Of course, I also enjoy Alison Krauss. New Favorite is one of her best, and was again floored at how good, and different, it sounded through the VS-1 MK 2. The banjo sounded hollow and organic as opposed to electronic or mechanical. Every instrument was reproduced as it is live. I noticed a similar phenomenon with drums, which sounded so hollow and deep that I swore I could hear the tightness of the skin and whether it was made of paper, plastic, or hide.
About this time I decided to take a look under the hood, as it were. You will see from the pictures that it contains well-executed pcbs and two very large enclosed transformers. Most interesting were the two tubes and the elegant cages that contain them. I searched the manual and website for the specs on these tubes, but found nothing, so I pulled one out. It turns out they are Chinese 6N11s (6922s). Since I didn't have any of these on hand, I couldn't experiment, but I was willing to bet that better tubes would bring the VS-1 MK 2 to an even more stratospheric level. I later discovered that I was correct.
I don't usually talk to the manufacturers of the products I review, although we are encouraged to do so. Most of the time, I want to distance myself from their pitch and decide for myself, but in the case of DK Design I had already formed a very positive opinion, and I wanted to discover who these guys were! I called Daniel Khesin, who is the "DK" in DK Design, and had a nice conversation. He informed me that his company was built upon providing good value and customer service, and that many more products were in the pipeline. I asked about the striking looks of the VS-1 MK 2, and was told that he has a full-time industrial designer on staff. He also employs a full-time engineer and circuit designer for the electronics. The engineer spent much time in China searching for a factory capable of turning out extremely high quality components, and they are pleased with the selection they made. I have to agree. I went over the VS-1 MK 2 inside and out, and it is as good as anything from Japan or Germany.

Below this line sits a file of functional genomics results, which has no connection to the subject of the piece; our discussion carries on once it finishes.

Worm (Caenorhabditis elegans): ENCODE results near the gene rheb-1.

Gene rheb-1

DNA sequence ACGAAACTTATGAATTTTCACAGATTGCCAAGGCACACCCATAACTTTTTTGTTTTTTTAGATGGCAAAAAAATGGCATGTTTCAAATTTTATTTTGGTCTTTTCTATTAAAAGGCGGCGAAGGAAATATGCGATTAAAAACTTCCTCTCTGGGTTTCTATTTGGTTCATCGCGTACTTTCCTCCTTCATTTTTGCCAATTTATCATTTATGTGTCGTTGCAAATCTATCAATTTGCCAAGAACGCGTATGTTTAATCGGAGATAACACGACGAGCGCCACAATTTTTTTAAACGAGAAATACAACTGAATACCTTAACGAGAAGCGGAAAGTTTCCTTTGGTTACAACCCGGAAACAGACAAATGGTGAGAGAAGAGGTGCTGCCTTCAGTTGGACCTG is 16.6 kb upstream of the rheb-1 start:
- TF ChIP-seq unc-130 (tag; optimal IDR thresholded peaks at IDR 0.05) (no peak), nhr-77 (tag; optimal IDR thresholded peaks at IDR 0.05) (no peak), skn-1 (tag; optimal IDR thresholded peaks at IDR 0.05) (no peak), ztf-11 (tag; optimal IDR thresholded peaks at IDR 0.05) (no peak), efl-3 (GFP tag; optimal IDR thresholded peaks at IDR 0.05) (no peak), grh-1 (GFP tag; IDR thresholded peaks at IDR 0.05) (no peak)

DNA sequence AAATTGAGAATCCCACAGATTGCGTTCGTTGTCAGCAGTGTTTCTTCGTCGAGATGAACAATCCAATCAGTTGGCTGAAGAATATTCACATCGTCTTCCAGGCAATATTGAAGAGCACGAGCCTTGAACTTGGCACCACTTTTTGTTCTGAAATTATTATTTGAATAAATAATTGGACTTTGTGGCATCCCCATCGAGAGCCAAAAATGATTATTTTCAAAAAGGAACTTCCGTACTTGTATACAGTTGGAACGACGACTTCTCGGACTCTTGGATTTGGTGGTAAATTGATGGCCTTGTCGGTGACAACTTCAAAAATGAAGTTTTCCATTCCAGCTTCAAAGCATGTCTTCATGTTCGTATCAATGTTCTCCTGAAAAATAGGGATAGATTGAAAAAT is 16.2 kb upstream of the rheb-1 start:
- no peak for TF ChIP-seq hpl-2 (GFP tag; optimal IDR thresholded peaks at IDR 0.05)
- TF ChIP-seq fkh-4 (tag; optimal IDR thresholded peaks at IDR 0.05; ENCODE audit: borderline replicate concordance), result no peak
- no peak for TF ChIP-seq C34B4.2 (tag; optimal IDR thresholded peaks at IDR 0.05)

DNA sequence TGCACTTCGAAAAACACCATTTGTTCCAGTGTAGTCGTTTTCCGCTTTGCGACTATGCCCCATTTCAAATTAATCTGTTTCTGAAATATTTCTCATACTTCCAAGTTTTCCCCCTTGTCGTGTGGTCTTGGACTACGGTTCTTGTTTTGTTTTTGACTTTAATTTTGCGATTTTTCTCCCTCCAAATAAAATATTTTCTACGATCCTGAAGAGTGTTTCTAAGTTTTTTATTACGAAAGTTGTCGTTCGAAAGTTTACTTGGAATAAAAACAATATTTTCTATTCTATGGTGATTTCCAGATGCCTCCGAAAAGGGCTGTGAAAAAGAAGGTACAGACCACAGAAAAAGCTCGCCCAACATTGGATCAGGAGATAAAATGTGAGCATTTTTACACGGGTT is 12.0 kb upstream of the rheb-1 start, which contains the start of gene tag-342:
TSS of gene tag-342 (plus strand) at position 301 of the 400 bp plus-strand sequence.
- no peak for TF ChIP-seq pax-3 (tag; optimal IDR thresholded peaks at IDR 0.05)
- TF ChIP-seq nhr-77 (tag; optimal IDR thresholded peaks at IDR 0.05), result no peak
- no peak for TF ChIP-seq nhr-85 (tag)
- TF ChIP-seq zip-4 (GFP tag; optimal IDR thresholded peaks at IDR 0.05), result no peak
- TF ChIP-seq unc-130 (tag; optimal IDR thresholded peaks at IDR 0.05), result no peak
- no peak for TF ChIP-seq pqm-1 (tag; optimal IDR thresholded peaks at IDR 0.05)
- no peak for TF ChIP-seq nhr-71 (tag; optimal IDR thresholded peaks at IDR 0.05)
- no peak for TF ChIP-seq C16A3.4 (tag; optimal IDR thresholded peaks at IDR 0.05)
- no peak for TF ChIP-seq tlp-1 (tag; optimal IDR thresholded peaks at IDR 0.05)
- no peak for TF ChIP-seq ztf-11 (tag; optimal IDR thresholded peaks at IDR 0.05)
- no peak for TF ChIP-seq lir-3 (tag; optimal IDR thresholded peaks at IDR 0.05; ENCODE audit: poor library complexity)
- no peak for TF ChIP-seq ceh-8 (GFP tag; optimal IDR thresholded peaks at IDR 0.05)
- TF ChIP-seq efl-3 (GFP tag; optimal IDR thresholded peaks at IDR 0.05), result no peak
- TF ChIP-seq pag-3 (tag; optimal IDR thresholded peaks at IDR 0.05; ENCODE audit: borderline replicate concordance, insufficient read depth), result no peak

After some prodding on my part, two other interesting points emerged during our talk. The balanced inputs are mainly for convenience, and Daniel recommends using single-ended interconnects whenever possible. The other thing was that DK Design strongly encourages tube rolling in the preamp section! In fact, Daniel told me that NOS tubes like Siemens ECC88s will take the VS-1 MK 2 to a completely new level. Daniel really likes the Siemens CCa, which was developed for use in extremely high-precision oscilloscopes, and thus had to have extremely low microphonics and distortion.
Over the next few days I threw everything at the VS-1 MK 2, trying to find its limitations. Vanessa Mae's Storm has a little classical violin on "Happy Valley." Although I have never really liked this track, it took on a texture I had not previously noticed. The VS-1 MK 2 brought forth so much rich detail that I appreciated it in a whole new light. I do like the track "I Feel Love" for its lightning-fast bass beat and Vanessa's furious electric violin. If a component has trouble keeping up, it will be painfully obvious on this track. Once again the VS-1 MK 2 not only rose to the occasion but exceeded every expectation, again pulling out detail I never knew was there.